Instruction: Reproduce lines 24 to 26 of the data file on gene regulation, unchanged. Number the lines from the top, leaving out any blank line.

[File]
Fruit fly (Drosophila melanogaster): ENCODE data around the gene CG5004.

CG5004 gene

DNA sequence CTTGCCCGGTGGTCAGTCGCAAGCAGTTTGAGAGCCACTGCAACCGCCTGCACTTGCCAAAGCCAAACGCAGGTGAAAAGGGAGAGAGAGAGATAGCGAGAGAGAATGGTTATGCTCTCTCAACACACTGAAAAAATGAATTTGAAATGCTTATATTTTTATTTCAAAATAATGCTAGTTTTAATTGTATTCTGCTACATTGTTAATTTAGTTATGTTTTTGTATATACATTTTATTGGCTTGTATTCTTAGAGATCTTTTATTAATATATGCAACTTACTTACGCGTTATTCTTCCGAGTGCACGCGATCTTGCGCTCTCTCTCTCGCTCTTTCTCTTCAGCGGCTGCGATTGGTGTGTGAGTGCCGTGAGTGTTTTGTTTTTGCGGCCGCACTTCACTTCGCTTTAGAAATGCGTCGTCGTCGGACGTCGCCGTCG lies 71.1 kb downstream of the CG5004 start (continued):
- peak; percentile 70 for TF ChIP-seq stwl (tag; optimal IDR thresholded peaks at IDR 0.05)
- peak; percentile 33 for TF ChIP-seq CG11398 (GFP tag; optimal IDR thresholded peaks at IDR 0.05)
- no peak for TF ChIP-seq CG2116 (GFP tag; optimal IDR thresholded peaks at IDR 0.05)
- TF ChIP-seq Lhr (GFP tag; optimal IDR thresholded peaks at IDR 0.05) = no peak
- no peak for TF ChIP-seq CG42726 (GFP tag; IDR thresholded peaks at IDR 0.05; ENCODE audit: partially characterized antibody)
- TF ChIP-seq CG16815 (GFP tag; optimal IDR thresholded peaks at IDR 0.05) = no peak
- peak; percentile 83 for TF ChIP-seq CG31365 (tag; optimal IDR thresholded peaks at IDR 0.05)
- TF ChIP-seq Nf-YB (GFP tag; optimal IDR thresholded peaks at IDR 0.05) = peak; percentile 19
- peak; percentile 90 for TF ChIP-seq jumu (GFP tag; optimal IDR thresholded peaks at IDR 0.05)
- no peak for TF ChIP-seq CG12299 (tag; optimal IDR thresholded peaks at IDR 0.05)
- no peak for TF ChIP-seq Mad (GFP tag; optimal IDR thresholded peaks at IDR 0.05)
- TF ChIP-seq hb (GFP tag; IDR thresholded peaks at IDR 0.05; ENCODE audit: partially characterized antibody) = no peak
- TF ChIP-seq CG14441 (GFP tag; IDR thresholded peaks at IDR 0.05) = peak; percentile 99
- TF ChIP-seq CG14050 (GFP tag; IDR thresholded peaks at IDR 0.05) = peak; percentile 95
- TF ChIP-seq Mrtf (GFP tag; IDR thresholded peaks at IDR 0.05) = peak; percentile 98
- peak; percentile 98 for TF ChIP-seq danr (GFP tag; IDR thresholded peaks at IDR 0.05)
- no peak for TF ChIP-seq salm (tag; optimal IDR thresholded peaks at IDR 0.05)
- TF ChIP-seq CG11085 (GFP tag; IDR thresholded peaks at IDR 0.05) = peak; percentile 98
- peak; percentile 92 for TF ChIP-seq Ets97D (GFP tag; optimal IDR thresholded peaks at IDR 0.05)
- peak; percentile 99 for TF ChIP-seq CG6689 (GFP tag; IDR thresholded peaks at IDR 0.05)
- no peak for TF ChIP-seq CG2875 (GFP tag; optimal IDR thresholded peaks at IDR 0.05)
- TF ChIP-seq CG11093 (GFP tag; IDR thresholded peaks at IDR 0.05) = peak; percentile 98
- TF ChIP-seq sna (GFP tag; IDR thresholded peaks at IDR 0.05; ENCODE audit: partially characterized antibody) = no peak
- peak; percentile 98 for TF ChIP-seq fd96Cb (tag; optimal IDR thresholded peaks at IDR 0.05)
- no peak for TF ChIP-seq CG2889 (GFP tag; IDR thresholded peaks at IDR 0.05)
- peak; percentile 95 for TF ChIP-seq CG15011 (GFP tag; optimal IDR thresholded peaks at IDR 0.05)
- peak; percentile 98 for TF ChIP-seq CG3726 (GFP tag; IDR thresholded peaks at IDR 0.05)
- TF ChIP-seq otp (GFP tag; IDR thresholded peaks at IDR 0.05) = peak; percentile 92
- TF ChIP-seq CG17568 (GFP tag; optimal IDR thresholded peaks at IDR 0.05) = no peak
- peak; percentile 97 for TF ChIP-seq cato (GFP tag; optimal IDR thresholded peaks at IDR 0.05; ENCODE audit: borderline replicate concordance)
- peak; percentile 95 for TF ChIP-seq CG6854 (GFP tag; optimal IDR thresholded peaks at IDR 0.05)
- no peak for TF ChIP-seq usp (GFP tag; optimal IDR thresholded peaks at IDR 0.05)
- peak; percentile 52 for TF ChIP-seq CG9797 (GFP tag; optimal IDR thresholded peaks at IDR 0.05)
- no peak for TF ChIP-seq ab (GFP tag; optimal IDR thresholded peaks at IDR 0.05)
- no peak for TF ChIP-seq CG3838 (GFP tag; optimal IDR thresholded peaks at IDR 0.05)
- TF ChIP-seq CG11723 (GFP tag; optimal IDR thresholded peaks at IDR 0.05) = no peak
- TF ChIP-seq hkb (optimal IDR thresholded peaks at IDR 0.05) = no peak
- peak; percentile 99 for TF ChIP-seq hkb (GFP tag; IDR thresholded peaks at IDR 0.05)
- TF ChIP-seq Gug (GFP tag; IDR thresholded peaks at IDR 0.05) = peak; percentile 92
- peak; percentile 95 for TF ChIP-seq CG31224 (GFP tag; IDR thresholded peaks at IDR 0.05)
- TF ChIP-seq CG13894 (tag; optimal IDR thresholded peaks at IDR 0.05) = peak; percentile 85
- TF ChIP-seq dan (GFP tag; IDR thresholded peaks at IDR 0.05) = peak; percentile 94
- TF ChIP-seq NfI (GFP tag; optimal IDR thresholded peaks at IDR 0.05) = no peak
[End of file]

- no peak for TF ChIP-seq CG2875 (GFP tag; optimal IDR thresholded peaks at IDR 0.05)
- TF ChIP-seq CG11093 (GFP tag; IDR thresholded peaks at IDR 0.05) = peak; percentile 98
- TF ChIP-seq sna (GFP tag; IDR thresholded peaks at IDR 0.05; ENCODE audit: partially characterized antibody) = no peak